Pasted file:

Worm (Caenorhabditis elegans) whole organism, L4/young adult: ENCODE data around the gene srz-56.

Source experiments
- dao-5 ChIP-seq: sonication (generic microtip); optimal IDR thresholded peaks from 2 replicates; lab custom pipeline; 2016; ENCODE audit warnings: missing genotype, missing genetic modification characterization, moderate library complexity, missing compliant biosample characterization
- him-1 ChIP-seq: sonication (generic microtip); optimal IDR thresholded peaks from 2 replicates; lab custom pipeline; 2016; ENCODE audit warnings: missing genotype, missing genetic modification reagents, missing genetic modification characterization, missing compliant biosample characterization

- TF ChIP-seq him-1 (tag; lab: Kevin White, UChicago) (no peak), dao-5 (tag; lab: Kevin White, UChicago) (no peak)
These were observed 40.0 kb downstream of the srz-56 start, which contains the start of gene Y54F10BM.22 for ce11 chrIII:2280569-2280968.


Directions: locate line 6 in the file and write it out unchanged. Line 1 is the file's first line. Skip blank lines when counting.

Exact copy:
These were observed 40.0 kb downstream of the srz-56 start, which contains the start of gene Y54F10BM.22 for ce11 chrIII:2280569-2280968.